Introduction to formattable package

This package is designed for applying formatting on vectors and data frames to make data presentation easier, richer, more flexible and hopefully convey more information.

Atomic vectors are fundamental data structures in R. Some data can be read more easily with formatting. A numeric vector, for example, stores percentage numbers but is printed as typical floating numbers. This package provides functions to create data structures with predefined formatting rules so that these objects store the original data but are printed with formatting.

Several typical formattable numeric vectors are provided such as percent, comma, currency, accounting and scientific. These functions basically create numeric vectors with pre-defined formatting rules and parameters. For example,

library(formattable)
p <- percent(c(0.1, 0.02, 0.03, 0.12))
p

The percent vector is no different from a numeric vector but has a percentage representation when printed. It works with arithmetic operations and other common functions and preserves its formatting.

p + 0.05
p + percent(0.02)
p * 1.1
max(p)
mean(p)

It also works with subsetting and sub-assignment:

p[1:3]
p[[2]]
p[[3]] <- 0.05
p
balance <- accounting(c(1000, 500, 200, -150, 0, 1200))
balance
balance + 1000

These functions are specialized applications of what formattable() is designed to do. formattable() applies customizable formatting functions to objects of a wide range of classes like numeric, logical, factor, Date, data.frame, etc.

When applied to Date, formattable() uses format.Date() as the default formatter function. The following code creates a formattable Date vector that is printed in the format of %Y%m%d. However, it is not a plain integer or character vector but of Date class and still allows date calculations.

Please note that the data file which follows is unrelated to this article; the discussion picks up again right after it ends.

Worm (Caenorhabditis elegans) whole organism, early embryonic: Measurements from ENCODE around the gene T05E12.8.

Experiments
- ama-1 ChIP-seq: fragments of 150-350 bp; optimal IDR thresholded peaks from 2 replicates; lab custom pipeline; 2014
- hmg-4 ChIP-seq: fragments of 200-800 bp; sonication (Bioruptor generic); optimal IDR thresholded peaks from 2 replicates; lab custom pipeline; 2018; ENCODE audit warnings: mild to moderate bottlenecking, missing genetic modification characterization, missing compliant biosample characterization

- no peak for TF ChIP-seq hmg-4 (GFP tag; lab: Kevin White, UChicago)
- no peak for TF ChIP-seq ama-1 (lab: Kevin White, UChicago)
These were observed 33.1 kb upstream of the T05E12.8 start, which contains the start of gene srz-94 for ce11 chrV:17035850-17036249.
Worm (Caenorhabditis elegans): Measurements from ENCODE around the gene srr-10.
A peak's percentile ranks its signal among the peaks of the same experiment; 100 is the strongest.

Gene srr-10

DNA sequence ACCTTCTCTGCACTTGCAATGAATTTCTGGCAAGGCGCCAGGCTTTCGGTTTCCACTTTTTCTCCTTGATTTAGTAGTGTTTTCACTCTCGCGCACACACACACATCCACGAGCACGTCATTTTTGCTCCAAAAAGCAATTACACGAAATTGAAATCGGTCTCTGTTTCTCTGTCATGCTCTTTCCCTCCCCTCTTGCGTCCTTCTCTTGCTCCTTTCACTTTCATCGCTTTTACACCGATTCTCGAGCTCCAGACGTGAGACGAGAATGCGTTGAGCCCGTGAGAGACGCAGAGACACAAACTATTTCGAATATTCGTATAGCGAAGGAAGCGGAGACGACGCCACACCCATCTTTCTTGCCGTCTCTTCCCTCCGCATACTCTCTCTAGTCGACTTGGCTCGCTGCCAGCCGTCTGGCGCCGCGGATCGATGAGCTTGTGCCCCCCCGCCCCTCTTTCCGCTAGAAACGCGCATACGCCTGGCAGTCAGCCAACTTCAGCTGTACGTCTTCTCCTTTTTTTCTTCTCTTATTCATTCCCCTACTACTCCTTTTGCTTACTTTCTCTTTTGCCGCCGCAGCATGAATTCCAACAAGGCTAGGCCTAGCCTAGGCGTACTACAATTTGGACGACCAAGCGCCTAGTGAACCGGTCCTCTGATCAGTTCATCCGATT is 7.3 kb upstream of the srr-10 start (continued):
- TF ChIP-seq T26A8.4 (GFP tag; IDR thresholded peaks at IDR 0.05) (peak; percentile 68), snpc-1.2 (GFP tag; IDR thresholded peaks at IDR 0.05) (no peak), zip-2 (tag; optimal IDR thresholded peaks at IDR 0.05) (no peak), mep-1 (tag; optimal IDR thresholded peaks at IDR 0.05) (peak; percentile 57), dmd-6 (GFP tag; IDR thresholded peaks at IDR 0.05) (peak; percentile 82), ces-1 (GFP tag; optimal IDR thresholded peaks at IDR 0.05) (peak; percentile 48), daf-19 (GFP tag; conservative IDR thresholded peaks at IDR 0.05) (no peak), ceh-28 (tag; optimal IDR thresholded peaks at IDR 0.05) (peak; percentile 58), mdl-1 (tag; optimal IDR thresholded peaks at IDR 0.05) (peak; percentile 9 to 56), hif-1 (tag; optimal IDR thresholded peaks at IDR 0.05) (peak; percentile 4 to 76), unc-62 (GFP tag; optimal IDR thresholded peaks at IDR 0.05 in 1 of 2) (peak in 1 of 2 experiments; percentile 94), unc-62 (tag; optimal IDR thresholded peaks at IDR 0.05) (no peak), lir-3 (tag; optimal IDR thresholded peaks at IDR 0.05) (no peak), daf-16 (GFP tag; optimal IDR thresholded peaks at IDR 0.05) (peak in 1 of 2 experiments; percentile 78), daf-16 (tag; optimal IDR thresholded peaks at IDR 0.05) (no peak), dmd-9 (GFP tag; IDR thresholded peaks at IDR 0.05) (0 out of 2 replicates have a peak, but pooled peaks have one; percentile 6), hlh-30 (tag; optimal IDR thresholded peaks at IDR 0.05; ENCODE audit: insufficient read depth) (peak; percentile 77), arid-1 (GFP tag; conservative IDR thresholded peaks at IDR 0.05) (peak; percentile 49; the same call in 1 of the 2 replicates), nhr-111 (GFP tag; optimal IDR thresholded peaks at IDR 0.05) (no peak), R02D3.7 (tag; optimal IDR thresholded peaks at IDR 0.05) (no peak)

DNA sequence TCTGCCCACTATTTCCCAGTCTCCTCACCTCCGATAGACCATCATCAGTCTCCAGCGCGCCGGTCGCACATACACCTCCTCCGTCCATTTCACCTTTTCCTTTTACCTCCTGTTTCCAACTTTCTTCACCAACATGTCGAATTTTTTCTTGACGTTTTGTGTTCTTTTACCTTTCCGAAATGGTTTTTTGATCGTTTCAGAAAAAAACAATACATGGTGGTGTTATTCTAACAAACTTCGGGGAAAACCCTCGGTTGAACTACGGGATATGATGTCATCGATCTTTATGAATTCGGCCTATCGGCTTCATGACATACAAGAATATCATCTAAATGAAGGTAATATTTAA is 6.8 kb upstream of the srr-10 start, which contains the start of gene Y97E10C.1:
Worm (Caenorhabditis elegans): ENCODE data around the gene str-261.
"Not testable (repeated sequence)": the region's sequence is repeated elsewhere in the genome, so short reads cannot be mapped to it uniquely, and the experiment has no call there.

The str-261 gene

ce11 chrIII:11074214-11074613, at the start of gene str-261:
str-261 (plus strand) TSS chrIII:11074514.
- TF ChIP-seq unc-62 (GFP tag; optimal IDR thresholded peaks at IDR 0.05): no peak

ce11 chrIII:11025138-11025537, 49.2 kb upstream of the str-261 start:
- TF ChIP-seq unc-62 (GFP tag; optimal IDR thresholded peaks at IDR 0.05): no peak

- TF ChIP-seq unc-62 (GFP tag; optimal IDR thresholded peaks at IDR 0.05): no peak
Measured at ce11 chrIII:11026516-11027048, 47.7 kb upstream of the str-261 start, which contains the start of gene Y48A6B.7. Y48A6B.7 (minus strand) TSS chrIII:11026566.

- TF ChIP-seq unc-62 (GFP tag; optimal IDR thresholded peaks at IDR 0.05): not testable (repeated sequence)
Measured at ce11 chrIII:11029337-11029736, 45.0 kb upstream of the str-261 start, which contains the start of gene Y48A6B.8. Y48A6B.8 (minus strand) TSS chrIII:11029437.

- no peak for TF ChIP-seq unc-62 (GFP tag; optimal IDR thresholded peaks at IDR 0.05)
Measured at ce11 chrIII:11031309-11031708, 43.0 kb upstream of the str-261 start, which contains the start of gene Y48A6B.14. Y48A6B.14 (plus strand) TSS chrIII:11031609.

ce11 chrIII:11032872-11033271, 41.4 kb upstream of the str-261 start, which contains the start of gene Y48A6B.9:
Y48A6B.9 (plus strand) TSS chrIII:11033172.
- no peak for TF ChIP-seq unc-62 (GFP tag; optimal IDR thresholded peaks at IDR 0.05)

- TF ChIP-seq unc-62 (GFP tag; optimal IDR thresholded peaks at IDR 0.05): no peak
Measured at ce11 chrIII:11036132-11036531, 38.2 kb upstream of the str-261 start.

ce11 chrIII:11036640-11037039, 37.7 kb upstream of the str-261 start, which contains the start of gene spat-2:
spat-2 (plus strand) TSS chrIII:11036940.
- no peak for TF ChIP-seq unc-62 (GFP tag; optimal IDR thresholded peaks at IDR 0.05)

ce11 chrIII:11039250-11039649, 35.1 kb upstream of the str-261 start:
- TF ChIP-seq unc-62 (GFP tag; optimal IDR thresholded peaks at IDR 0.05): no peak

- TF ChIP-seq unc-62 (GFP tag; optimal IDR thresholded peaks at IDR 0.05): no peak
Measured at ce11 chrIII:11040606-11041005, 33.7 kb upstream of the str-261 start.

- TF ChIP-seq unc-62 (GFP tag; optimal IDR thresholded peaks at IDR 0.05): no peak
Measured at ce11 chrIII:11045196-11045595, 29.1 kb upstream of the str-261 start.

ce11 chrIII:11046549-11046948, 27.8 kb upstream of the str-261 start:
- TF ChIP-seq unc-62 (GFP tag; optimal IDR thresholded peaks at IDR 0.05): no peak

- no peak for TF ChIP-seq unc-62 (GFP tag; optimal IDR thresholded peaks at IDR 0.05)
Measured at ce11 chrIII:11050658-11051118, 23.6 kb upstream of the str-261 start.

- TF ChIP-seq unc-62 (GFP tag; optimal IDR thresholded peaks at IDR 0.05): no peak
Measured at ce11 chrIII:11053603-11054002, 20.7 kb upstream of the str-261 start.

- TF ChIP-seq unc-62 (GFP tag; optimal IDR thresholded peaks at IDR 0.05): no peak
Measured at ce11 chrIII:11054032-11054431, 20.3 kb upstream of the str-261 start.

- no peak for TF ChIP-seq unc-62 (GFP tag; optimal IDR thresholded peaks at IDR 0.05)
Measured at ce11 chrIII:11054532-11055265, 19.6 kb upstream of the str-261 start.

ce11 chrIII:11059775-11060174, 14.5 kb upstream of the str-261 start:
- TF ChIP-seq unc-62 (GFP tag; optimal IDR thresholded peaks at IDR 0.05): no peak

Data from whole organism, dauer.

dates <- formattable(as.Date(c("2016-05-01", "2016-05-10")), format = "%Y%m%d")
dates
dates + 30

When applied to a logical vector, we can customize how TRUE and FALSE values are printed.

lv <- formattable(c(TRUE, FALSE, FALSE, TRUE), "yes", "no")
lv
!lv

Note that isTRUE() does not directly work with values of lv because isTRUE() uses identical(x, TRUE) and lv[[1]], as a formattable logical value is not identical to a plain TRUE.

lv[[1]]
isTRUE(lv[[1]])

If isTRUE() has to be applied, lv == TRUE returns a plain logical vector and works with isTRUE(). Other vectorized logical functions directly work with formattable logical vector with the formatting preserved.

all(lv)
any(lv)

All formattable functions work with matrices and arrays.

pm <- matrix(rnorm(6, 0.8, 0.1), 2, 3, 
  dimnames = list(c("a", "b"), c("X", "Y", "Z")))
pm
fpm <- percent(pm)
fpm
fpm["a", c("Y", "Z")]
pa <- array(rnorm(12, 0.8, 0.1), c(2, 3, 2))
pa
percent(pa)

When the formattable vectors are used as columns of a data frame, the formatting of each column is well preserved. A typical data frame may look more friendly with formattable column vectors. For example,

p <- data.frame(
  id = c(1, 2, 3, 4, 5), 
  name = c("A1", "A2", "B1", "B2", "C1"),
  balance = accounting(c(52500, 36150, 25000, 18300, 7600), format = "d"),
  growth = percent(c(0.3, 0.3, 0.1, 0.15, 0.15), format = "d"),
  ready = formattable(c(TRUE, TRUE, FALSE, FALSE, TRUE), "yes", "no"))
p

The subset of a data frame also preserves the formatting of each column:

p[1:3, c("name", "balance", "growth")]


Try the formattable package in your browser

Any scripts or data that you put into this service are public.

formattable documentation built on May 29, 2017, 7:04 p.m.